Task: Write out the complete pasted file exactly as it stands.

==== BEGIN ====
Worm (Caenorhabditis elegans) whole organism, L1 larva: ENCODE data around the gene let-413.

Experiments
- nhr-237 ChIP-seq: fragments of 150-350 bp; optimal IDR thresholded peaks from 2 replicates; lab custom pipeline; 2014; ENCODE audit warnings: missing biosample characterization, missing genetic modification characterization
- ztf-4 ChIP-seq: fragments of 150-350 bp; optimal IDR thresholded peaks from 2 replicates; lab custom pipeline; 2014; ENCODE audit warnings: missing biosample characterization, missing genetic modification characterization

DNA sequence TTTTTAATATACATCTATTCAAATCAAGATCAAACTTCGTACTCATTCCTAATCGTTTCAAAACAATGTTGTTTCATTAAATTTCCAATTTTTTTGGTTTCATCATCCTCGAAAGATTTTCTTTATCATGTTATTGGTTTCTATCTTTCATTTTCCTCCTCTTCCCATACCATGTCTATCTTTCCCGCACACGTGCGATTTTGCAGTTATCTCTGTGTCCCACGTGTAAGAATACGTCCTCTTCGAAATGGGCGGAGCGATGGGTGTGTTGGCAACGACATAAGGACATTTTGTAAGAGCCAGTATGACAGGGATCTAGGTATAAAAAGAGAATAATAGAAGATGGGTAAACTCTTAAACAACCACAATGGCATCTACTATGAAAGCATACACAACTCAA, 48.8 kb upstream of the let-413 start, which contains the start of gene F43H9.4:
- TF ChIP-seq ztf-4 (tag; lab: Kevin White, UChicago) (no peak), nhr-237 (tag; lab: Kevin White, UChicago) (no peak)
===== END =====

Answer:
Worm (Caenorhabditis elegans) whole organism, L1 larva: ENCODE data around the gene let-413.

Experiments
- nhr-237 ChIP-seq: fragments of 150-350 bp; optimal IDR thresholded peaks from 2 replicates; lab custom pipeline; 2014; ENCODE audit warnings: missing biosample characterization, missing genetic modification characterization
- ztf-4 ChIP-seq: fragments of 150-350 bp; optimal IDR thresholded peaks from 2 replicates; lab custom pipeline; 2014; ENCODE audit warnings: missing biosample characterization, missing genetic modification characterization

DNA sequence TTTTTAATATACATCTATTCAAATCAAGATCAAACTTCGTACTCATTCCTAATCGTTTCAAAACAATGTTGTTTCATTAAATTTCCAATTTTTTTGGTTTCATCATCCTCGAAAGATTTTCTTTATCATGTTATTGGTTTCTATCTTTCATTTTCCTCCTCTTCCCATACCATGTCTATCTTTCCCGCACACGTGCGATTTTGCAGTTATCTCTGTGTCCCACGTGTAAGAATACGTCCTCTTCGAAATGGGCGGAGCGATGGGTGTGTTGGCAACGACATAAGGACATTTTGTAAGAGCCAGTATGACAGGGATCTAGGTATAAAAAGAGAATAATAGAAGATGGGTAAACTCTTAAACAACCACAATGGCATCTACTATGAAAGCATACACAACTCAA, 48.8 kb upstream of the let-413 start, which contains the start of gene F43H9.4:
- TF ChIP-seq ztf-4 (tag; lab: Kevin White, UChicago) (no peak), nhr-237 (tag; lab: Kevin White, UChicago) (no peak)